“Nobody is really looking out for you. Because of their isolation and survival skills, they have lost their social graces. You throw them in a vehicle with each other and they are stuck together. It’s like, I really don’t want you in this car. This idea of having to rely on other people, they don’t like it.”

OSCAR winner, in designer duds, looks different from Furiosa. RUBEN V. NEPALES

OSCAR winner, in designer duds, looks different from Furiosa. RUBEN V. NEPALES

On a lighter note, Charlize, who volunteered that she has a “very strange sense of humor,” shared an incident involving no less than the Potus (President of the United States). “People who know me really well can just pick up on it when I get nervous,” she said. “They are like, ‘Oh my gosh, she is going to say the most inappropriate thing.’ I recently met President Barack Obama in a hallway. I was so nervous and I said the most inappropriate thing. I am not going to repeat it. I apologize, President Obama.”

Laughing, she added, “When I get nervous, I guess to deflect it, I just say inappropriate things.”

Meeting Sean

Charlize was surprisingly candid about her relationship with actor-director Sean Penn, which began in early 2014. “I was a happy person when I met Sean,” she began. “I think that’s why we fell in love. He fell in love with me because I am a happy, fulfilled person who has a healthy dose of love for myself. I love Sean and our relationship because we make life better for each other.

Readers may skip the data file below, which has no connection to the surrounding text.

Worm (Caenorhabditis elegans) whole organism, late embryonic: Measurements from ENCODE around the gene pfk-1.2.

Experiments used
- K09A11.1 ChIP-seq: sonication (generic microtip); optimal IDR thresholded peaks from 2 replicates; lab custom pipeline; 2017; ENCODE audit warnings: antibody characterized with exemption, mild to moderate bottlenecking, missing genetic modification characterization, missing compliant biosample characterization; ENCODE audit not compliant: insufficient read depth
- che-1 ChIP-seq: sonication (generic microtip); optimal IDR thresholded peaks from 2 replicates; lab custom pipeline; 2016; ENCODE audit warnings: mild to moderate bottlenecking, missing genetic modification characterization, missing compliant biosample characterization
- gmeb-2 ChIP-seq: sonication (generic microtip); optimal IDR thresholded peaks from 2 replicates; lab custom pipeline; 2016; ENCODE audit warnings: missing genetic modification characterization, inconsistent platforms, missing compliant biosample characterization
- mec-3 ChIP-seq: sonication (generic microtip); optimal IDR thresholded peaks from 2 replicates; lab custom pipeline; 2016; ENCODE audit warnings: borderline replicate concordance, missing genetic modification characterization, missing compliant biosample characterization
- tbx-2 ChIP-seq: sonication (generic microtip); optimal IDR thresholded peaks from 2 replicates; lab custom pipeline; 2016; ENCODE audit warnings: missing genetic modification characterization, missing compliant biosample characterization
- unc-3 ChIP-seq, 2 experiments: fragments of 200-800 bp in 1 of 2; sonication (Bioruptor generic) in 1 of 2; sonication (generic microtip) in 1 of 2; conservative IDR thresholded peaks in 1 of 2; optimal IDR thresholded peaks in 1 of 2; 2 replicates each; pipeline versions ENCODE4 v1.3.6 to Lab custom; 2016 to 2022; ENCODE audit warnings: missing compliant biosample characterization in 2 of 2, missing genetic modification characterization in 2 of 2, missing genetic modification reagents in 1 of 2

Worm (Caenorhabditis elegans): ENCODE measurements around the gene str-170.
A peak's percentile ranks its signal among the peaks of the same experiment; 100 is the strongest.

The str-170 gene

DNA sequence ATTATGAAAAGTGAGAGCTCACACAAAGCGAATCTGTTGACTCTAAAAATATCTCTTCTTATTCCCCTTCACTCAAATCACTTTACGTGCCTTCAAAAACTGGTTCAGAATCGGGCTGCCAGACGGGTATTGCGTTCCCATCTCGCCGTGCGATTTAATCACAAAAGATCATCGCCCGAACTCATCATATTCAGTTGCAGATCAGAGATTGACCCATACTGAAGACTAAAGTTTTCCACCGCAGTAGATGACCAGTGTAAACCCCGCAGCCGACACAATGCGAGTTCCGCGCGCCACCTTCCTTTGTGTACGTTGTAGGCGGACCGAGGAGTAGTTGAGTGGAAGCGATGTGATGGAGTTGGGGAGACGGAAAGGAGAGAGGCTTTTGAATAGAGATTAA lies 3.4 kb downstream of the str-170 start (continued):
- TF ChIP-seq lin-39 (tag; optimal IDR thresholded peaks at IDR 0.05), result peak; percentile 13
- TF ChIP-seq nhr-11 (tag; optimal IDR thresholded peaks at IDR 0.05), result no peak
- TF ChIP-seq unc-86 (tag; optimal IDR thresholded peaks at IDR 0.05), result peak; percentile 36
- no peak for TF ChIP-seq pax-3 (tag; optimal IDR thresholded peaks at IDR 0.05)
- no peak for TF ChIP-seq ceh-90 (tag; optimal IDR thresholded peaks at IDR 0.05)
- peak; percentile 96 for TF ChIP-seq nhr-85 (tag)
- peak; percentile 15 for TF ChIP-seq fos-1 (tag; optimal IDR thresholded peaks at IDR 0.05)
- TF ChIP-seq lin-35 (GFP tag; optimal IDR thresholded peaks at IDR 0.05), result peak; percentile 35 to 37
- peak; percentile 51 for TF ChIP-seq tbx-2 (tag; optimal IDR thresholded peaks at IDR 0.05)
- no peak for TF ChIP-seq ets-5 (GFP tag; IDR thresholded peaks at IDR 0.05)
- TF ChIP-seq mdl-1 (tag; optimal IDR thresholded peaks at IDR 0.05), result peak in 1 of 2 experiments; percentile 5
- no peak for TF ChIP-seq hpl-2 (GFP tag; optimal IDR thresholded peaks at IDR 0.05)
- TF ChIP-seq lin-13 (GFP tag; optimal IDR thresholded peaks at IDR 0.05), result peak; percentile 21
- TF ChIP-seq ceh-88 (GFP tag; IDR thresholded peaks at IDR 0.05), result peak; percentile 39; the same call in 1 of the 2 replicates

“But Sean doesn’t fill a hole in me and I don’t fill a hole in him. We are two very healthy adults. We have one hell of a time together. That’s important.

“I feel very lucky that at this time in my life, I can call myself a mom to a beautiful little boy, that I have met the love of my life and that I get to work on movies like this. There’s not a moment that I don’t realize how incredibly blessed and lucky I am.”

Of “The Last Face,” a drama where Sean directs her, Javier Bardem and Jean Reno, Charlize gushed, “It’s really a beautiful film. What Sean did in the preproduction and in the development process just took the film to another level. He just escalated it, in a sense.

“Sean made the film look like a hundred million dollar movie but that’s not what we had at our disposal. Sean set the bar really high and Javier and I tried to stay with him as much as we possibly could. Something happens to Sean when he starts to work. It’s like a gear up here and you are constantly trying to get up there.”

On reports that Charlize does not want to go on the “Fury Road” again, there was talk of a sequel titled “Mad Max: Furiosa,” she was emphatic in her answer: “It just gets blown out of proportion. All I have said is that I don’t live my life putting the cart before the horse. I don’t know what’s going to happen. That’s like assuming George and Warner Brothers want to do one.

“I might own an orange stand in three months—who knows what’s going to happen? What’s important is to do things for the right reasons and not because there should be a sequel. If the chips fall into the right place, then of course, I would love to be in this [next] film.”

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TAGS: “Fury Road”, action star, Charlize Theron, Mad Max, movie, Nicholas Hoult, Sean Penn, tom hardy